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Machine versus Human Attention in Deep Reinforcement Learning Tasks
Sihang Guo · Ruohan Zhang · Bo Liu · Yifeng Zhu · Dana Ballard · Mary Hayhoe · Peter Stone

Tue Dec 07 04:30 PM -- 06:00 PM (PST) @ None #None

Deep reinforcement learning (RL) algorithms are powerful tools for solving visuomotor decision tasks. However, the trained models are often difficult to interpret, because they are represented as end-to-end deep neural networks. In this paper, we shed light on the inner workings of such trained models by analyzing the pixels that they attend to during task execution, and comparing them with the pixels attended to by humans executing the same tasks. To this end, we investigate the following two questions that, to the best of our knowledge, have not been previously studied. 1) How similar are the visual representations learned by RL agents and humans when performing the same task? and, 2) How do similarities and differences in these learned representations explain RL agents' performance on these tasks? Specifically, we compare the saliency maps of RL agents against visual attention models of human experts when learning to play Atari games. Further, we analyze how hyperparameters of the deep RL algorithm affect the learned representations and saliency maps of the trained agents. The insights provided have the potential to inform novel algorithms for closing the performance gap between human experts and RL agents.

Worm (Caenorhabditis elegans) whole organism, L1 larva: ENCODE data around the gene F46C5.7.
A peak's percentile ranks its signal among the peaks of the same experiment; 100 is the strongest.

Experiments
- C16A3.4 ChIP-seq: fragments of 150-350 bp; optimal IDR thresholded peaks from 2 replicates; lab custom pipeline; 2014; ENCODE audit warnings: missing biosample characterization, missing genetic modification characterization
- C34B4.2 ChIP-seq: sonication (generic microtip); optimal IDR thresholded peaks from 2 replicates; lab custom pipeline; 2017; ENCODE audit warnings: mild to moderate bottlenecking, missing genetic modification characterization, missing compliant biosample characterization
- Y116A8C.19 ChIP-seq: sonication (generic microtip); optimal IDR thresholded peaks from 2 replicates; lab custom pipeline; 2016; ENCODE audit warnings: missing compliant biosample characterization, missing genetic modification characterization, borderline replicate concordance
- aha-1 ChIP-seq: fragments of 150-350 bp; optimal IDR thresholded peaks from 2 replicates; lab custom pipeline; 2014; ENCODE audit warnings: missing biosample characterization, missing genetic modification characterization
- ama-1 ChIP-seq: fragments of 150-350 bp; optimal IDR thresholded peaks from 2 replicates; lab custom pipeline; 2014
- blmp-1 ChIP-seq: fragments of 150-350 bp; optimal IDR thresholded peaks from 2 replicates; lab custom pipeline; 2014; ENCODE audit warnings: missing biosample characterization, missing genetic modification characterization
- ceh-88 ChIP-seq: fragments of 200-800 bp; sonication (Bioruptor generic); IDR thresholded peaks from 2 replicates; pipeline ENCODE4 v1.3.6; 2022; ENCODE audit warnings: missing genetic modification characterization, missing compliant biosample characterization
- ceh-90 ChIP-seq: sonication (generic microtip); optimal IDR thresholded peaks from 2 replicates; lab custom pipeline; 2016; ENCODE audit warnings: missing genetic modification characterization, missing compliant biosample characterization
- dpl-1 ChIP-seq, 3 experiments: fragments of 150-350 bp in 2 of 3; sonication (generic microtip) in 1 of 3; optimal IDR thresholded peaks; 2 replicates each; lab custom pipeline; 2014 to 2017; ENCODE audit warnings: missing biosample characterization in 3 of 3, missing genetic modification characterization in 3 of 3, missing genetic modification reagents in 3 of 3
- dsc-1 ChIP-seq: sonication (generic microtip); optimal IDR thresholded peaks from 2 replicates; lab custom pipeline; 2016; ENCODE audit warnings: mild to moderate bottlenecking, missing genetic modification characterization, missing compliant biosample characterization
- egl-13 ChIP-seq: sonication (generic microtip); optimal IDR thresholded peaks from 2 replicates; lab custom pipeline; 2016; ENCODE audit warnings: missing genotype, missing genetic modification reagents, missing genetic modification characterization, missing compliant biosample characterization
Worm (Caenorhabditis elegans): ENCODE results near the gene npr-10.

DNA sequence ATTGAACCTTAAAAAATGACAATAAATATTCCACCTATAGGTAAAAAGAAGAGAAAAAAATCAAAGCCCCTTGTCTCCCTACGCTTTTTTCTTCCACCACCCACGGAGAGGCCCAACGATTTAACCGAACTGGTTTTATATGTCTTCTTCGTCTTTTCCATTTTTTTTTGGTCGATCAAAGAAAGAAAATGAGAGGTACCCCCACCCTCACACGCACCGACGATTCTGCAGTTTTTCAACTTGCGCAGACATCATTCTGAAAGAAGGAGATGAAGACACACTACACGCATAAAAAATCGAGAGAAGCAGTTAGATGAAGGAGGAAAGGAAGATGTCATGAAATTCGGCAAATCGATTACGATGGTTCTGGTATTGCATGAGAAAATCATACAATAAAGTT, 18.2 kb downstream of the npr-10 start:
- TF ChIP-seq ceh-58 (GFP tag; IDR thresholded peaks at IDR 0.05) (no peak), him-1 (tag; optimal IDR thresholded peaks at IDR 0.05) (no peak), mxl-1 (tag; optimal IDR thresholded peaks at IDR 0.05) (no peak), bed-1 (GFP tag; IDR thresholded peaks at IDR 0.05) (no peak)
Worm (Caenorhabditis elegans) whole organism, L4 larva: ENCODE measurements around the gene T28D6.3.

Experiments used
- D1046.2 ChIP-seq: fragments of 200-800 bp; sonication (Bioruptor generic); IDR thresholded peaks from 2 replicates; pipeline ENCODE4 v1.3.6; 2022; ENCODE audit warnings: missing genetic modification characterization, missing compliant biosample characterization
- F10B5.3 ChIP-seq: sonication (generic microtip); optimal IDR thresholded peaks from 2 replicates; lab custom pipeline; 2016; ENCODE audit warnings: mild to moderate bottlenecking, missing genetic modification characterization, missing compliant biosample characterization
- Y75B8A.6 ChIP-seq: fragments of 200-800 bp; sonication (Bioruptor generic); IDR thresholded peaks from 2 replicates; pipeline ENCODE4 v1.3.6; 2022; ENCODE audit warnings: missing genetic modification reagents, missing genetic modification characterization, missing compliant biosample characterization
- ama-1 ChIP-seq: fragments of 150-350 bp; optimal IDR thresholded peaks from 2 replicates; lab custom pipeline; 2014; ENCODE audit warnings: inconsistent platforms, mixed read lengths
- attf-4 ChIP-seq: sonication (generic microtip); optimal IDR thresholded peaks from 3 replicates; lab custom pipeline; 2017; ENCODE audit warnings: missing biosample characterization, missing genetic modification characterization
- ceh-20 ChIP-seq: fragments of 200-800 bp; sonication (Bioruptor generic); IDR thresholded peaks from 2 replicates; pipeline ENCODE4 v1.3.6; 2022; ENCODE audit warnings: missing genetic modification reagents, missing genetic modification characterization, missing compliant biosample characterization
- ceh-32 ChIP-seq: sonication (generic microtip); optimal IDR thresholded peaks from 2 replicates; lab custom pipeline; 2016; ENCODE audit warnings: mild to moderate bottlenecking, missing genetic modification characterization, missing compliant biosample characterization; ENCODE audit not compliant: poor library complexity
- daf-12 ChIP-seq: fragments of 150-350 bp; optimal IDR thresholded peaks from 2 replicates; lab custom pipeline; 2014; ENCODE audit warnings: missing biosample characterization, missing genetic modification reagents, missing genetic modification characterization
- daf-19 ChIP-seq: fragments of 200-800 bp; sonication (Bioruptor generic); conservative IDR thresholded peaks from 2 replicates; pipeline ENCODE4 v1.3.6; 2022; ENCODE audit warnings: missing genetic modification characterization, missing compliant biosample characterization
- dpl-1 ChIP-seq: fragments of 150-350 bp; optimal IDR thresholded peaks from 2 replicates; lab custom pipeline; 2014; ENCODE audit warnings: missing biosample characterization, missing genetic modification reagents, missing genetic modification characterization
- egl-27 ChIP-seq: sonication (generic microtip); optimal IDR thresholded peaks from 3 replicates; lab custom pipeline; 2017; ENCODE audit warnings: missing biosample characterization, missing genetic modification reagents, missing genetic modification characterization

Author Information

Sihang Guo (University of Texas at Austin)
Ruohan Zhang (Stanford University)
Bo Liu (Stanford University)
Yifeng Zhu (The University of Texas at Austin)
Dana Ballard (University of Texas, Austin)

Dana H. Ballard obtained his undergraduate degree in Aeronautics and Astronautics from M.I.T. in 1967. Subsequently he obtained MS and PhD degrees in information engineering from the University of Michigan and the University of California at Irvine in 1969 and 1974 respectively. He is the author of two books, Computer Vision (with Christopher Brown) and An Introduction to Natural Computation. His main research interest is in computational theories of the brain with emphasis on human vision. His research places emphasis on Embodied Cognition. Starting in 1985, he and Chris Brown designed and built the first high-speed binocular camera control system capable of simulating human eye movements in real time. Currently he pursues this research at the University of Texas at Austin by using model humans in virtual reality environments. His focus is on the use of machine learning as a model for human behavior with an emphasis on reinforcement learning

Mary Hayhoe (University of Texas, Austin)
Peter Stone (The University of Texas at Austin, Sony AI)

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